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Dig Wayne: California Poets Part 6, Five Poems

Dig Wayne

October 18th, 2023

California Poets: Part VI

Dig Wayne

Five Poems

Merciful Was The Architect

stout to the ground wont of adornment, but willful pampering the bleak and austere

coattails of thunder buttoned up and planked until morning resuscitation

yawning in her sleep stretching old bones

and disappointment as to brace the uprights while the bottom falls out of choice

upon rising massaging life back into soft wiggles

shudders ticks of neuro-nutrition elaborating thus

bread and water sustaining a black wraith by

degree haunting birth signs held in orbit like a faceless moon

never yielding back madam creator with hot belly

button pushed beyond the sun orphaning galaxies

by mere coincidence

prehistoric pastiche mocking no god or monster bathing in

churlish bath water yet living

on the topsy turvy swervy

empathetic shoes of conscience

Memorial Day Is Every Day

ALL the poems inside of me today are someone else’s spring blossoms summer anthologies of love hope peace bucolic smears I refuse to choke up

ALL the metaphors are stolen from shucks of Green Giant sweet corn nibblets Minnesota died Del Monte fresh cut sweet canned peas

ALL the prolific bones have spurs fractures neutered pain of dead poets bloody verses mocking my unnourished blank page of middle class African American ghetto free sunshine

ALL the poems inside me today are white people with good intentions unable to inhabit black privilege black face black all over town spinning ESPN with jazz in the background

ALL the poems inside me today are band-aids on the fingers of unrecognizable children with their DNA the only passport to a sutured future poets stumble over their backs to express

ALL the poems inside me today are not fit to write they are too bitter too redundant too sentimental too poetry too livid too numb too stupid too late too clever too blue

FOR now I must live in the abstract where nothing needs to make sense

Pillars of Bloom

I’m planting cloud seeds in holy water they sprout like transparent bandannas tight knots of religious contradictions believing that miracles have no memories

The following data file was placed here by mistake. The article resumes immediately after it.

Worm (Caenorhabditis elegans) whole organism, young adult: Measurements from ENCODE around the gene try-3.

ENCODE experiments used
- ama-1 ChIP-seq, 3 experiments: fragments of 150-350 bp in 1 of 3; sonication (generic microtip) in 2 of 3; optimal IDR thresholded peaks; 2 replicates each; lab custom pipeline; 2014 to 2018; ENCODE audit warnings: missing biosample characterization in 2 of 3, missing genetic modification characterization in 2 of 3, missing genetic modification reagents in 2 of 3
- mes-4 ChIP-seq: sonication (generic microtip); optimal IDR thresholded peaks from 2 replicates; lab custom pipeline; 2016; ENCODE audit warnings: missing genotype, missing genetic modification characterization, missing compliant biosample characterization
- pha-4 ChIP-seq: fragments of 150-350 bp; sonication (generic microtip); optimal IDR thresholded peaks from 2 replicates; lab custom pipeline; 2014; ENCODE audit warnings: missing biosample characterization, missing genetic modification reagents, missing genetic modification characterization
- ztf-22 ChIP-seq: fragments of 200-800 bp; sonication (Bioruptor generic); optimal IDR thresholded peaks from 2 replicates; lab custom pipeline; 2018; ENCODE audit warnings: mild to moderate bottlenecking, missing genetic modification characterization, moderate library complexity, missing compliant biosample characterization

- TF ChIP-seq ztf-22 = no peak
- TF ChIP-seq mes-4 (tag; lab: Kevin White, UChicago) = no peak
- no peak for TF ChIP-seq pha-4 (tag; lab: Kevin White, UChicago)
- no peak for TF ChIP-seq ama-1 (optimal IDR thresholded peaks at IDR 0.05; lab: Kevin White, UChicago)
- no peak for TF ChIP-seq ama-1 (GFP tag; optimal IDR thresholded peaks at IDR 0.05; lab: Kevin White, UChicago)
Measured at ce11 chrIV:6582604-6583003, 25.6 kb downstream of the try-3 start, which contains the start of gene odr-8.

The Morning Held My Tongue

the afternoon bloomed with colors and goddamns

my stomach was full of smiles but they

stubborned their way to dry my lips like sand castles

the dusky moist dew broke wind then blamed the closest

love birds for public frottage without protection

the western clouds grew fiery bellies nose

diving into the black owned night

the crushed velvet canopy bled out stars

open for brusque hop-headed wishing bones only

dawn’s early light came down like an executioner’s

wrathing steel feeling no remorse just solar planet

casualties salted to taste

the accompanying choir of ornithology peeped a locket of

meditative goo before the marine layer burned a hole in their beaks


the morning held my tongue like a cartoon somnambulist counting

big ass herds of sheep tweaking on rolling rock and green tea chasers

Deporting the Brown in Us

dragging the spatula around the edge of the melting pot where all the good last licks live

employing the bread to rub the plate clean of any remnants of gravy or satiated wanting (flowers notwithstanding)

open handed gesture; welcome to the table of lush life for chasing dreams forever

all this matter matters splatters matter sadders matter chatters matter all the fatty fatters matter mad hatters matter tall ladders matter quiet natters matter otters matter bladders matter piddy patters matter udders matter

I saw a box of 64 Crayolas, all of them different calls of brown, being arrested in an art store for disturbing the yeast, it was described as an attempted uprising, the built-in sharpener was considered a shivish type of implement, 64 counts of suspicion of darkness and carrying a concealed weapon?

darker than a 2-pound paper bag, the shadow left the party with all the babies under his arm, the hostility tasted freedom, the paper bag stood by the door Look closely; is your shadow casting you correctly

the n-word buried itself in an unmarked grave in Highgate Cemetery London, but roving chavs keep finding the bastard, digging him up for bank holidays and football matches

America the beautiful; they tried to discontinued the root beer popsicle